“Experiment 5. In this experiment “ The same bottle was now sunk, for two strong bottles were sunk to the the third time, to the still greater depth of 500 fathoms; one of them depth of 300 fathoms; and when drawn was stopped with a ground glass stopup, only a small part of the neck was per, and well cemented, then placed found attached to the line. Its ap- in a strong canvass bag: when the pearance was truly interesting. The bag was drawn in, it was found that bottle was not broken by external | the bottle had been crushed into many pressure, but evidently by the ex- thousand pieces. The other bottle pansion of the condensed sea-water, was very tightly corked, but not havwhich had found its way through the ing been left down a sufficient length sealing. Upon examination, it was of time, it came up whole, filled to found the cork had been compressed within one and a half inch: the cork into half its length, making folds of had been driven in and remained so; about one-eighth of an inch; and that but the cementation was unaltered, the coverings, consisting of six layers excepting at the surface, where it of cloth and cement, had been torn had become a little concave." up on one side before the bottle burst. The effect produced upon the cork cannot, we imagine, be accounted for but in one way, viz. that the water, divided into very minute particles,

“Of the emotions of pure spirits we may form must, by the surrounding pressure of

conjectures; but we can speak with cer

“ tainty, and scientifically, "of those only the water, have been forced through “ which are known to us by experience.”. the coverings, and filled the bottle;

BEATTIE. that the water thus forced in, and con- MR. EDITOR. densed to a great degree, expanded Sir,–With your permission, I again as the pressure was removed by draw- intrude on the notice of your readers, ing towards the surface, not only so for the purpose of defending that as to press the cork back into the which I have asserted in“ An Ănswer neck, and, owing to the resistance of to a Query. on Mutual Affections,”. the coverings, compress it half its from the criticism of a correspondent size, but to separate the neck from signing M. number 27. col. 462. the body of the bottle.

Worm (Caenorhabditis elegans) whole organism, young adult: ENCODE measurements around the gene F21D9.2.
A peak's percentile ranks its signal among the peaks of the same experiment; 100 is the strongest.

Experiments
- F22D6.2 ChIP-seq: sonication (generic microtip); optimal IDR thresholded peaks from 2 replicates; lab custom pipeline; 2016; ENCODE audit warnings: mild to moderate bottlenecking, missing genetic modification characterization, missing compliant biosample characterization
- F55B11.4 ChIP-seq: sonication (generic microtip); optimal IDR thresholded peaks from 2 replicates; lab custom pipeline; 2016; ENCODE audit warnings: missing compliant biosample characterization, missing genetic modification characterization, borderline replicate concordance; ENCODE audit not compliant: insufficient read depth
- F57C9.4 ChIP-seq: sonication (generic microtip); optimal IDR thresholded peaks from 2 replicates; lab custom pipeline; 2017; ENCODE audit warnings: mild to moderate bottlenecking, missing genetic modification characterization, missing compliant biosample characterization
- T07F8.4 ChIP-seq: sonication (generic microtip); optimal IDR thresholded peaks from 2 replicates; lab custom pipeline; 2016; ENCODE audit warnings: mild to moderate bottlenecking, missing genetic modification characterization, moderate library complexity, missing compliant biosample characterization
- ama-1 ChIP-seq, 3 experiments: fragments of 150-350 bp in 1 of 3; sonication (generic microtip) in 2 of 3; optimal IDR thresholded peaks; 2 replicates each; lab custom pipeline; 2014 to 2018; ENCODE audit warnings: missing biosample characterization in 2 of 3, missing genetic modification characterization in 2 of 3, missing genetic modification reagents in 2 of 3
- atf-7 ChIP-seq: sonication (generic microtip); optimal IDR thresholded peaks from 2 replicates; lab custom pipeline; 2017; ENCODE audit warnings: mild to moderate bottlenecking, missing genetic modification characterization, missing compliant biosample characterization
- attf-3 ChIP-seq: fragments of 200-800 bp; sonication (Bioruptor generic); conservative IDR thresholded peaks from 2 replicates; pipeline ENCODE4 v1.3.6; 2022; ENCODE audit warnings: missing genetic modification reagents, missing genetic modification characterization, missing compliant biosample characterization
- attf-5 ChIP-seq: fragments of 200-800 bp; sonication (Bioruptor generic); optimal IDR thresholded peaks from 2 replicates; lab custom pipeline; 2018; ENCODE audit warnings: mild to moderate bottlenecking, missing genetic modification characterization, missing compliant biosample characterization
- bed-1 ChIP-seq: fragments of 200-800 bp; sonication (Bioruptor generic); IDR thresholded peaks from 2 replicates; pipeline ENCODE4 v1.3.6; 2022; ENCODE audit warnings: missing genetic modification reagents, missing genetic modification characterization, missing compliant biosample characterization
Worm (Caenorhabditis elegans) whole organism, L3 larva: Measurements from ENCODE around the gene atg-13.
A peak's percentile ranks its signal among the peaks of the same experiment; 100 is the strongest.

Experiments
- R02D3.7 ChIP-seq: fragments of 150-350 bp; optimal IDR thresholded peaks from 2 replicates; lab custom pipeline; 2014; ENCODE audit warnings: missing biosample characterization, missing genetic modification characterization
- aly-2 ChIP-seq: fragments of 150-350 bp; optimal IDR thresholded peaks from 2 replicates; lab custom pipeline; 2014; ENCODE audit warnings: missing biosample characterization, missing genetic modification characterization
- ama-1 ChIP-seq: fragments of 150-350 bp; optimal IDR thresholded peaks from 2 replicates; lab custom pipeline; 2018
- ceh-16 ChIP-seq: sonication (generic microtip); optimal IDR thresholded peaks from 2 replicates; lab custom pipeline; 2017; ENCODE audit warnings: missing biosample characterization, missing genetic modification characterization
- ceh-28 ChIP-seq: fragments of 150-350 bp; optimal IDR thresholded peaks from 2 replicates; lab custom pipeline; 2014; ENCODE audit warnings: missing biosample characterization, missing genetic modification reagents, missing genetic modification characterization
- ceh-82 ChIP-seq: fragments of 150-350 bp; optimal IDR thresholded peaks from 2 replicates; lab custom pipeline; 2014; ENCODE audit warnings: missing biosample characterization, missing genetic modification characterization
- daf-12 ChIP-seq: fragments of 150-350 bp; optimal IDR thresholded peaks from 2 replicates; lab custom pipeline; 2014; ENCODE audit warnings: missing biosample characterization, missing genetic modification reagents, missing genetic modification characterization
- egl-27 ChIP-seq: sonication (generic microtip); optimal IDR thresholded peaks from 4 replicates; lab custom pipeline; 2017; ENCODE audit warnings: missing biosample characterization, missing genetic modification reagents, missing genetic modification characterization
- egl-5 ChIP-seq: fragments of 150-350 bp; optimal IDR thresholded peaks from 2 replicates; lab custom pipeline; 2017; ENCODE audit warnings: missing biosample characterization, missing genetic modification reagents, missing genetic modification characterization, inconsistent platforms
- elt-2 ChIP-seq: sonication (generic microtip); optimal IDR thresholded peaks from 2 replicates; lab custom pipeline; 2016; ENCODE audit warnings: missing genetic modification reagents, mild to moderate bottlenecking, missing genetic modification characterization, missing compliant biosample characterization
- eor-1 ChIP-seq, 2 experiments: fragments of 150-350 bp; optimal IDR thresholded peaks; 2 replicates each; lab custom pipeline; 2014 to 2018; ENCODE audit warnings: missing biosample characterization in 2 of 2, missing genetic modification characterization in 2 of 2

I am accused by him, not only of Experiment 4. An empty porter asserting improbabilities in the abovebottle, the shortest that could be found, mentioned answer, but of implying an was stopped in the following manner. absolute contradiction in one part, to A cork with a large head was firmly a proposition which have endeadriven into the neck; it was then co-voured to substantiate in another.vered with six layers of fine linen, I now request the candid and imparsaturated with a composition of tar tial reader to be my judge; should he and wax, over them was applied a also consider my opinion as a mass covering of leather, and all perfectly of absurdity, I must rest content, secured by being well bound at the though every feeling of contempt neck. The bottle thus prepared was should be roused against the ignosunk 270 fathoms. When drawn in, rance which prompted me to a deit was found perfectly sound, and the fence of a train of inconsistencies. sealing unchanged; but filled with M. after a recital of my remarks, water to within an inch of the cork. (number 26. col. 350.) adds ;--"Such The coverings were taken off, layer an opinion, I am persuaded, will, upon after layer, but no signs of moisture investigation, be as absolutely refuted were visible. Had the bottle remain as decidedly insisted upon,” meaning ed down a sufficient length of time to (as I should suppose) to say, that have completely filled, it would un- after excluding mutual' affection from doubtedly have been broken by the eternity, I contradictorily assert, as

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549
Mutual Affection.- Education.